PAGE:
One of the hidden costs of doing your own taxes is the cost of your time. The IRS estimates the national average total time burden for taxpayers filing the 2016 Form 1040 to be about 15 hours, but if there is also a Schedule C (business income of any kind), the estimate jumps to 22 hours total time.  If in the current tax year you have married or divorced, had a baby, bought or sold property, became a member in a Limited Liability Corporation, or been the victim of a catastrophic event, the total time requirement could be considerably more than that.  Be careful to arrive at a realistic estimate of the time it may take to prepare your own return, and then ask yourself the question, “What is my time worth?”  Weighing the time cost of self-preparation against the dollar cost of professional fees will help you arrive at a well-informed determination of what’s most beneficial for you.  

Risk Assessment

Finally, weighing the inherent risk of preparing your own return should be considered.  Navigating the tax code is not for the faint of heart.  It can be complex, and you may not be aware of the deductions you are entitled to (risking overpayment of taxes).  Conversely, you may unwittingly take deductions that you are actually not entitled to (risking potential penalties and interest expenses imposed by the IRS).  If you are using Google to find your answers, there are only a few reliable sources, such as the IRS, the U.S. Treasury, or original sources of tax law.  These sites can be difficult to interpret.  A certified public accountant has significant continuing education requirements by their licensing board to stay current with the tax law, which markedly reduces the risk of these types of mistakes being made on your return.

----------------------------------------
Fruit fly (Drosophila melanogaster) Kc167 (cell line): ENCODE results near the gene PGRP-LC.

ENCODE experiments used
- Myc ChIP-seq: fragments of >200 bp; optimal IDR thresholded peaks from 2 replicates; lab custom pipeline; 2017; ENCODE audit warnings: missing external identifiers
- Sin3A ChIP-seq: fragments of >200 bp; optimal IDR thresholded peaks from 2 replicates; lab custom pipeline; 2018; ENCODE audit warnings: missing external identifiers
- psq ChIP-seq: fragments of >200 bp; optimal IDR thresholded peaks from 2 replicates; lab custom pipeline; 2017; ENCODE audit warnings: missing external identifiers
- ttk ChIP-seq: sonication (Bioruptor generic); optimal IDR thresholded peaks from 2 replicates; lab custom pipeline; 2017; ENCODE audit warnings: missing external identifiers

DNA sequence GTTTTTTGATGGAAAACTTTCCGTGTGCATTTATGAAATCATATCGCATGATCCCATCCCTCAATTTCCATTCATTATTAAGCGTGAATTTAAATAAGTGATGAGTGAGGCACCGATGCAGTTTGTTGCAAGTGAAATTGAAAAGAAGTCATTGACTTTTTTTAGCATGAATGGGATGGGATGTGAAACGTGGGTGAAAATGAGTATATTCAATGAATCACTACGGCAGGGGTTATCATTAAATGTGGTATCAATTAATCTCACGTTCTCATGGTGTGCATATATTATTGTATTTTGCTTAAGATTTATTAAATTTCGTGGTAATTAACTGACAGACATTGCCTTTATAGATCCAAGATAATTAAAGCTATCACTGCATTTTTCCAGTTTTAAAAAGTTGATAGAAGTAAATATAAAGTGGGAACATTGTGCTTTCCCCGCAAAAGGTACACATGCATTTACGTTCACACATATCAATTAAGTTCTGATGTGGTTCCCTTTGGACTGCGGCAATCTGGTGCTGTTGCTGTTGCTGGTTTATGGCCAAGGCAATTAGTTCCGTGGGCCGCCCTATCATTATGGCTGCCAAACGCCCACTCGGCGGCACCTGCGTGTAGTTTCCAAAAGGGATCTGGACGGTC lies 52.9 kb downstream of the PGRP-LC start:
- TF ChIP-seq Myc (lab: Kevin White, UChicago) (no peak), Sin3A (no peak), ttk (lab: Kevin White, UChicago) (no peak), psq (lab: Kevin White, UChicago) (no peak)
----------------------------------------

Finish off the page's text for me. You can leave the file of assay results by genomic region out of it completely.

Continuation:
Tax Cuts and Jobs Act

The recent Tax Cuts and Jobs Act, signed into law on December 22, 2017, has changed the game ~ for some to their advantage, for others to their disadvantage.  Whether your tax return was fairly straightforward before the recent act was passed, or more complex, the new provisions will have an effect on you.  The good news is that these provisions are not effective until 2018.  Though the detailed changes of the new tax law are outside the scope of this article, you may want to consult with a tax advisor to determine the effect of the new provisions on your personal return.

The Bottom Line

There is no “one-size-fits-all” answer to whether or not you should prepare your own tax returns or hire a trusted tax professional.  Ask yourself if you have the time and expertise to do it right.  Whether to join the numbers of taxpayers who file their own federal tax returns, or to stand in the majority ranks of those who employ tax professionals, is a personal decision that should be reassessed regularly – especially if you have had significant changes in your life circumstances.  

About the Author | Deborah Rodin
Deborah Rodin is an Administrative Assistant in the Tax & Accounting Services Department of Saltmarsh, Cleaveland & Gund. She has over fifteen years of business experience in a variety of areas including private portfolio management, tax planning services, and marketing. She holds a B.A. in English and Art History from the State University of New York and she has earned a Series 7 License. If you have any questions about this article, please email Deborah Rodin.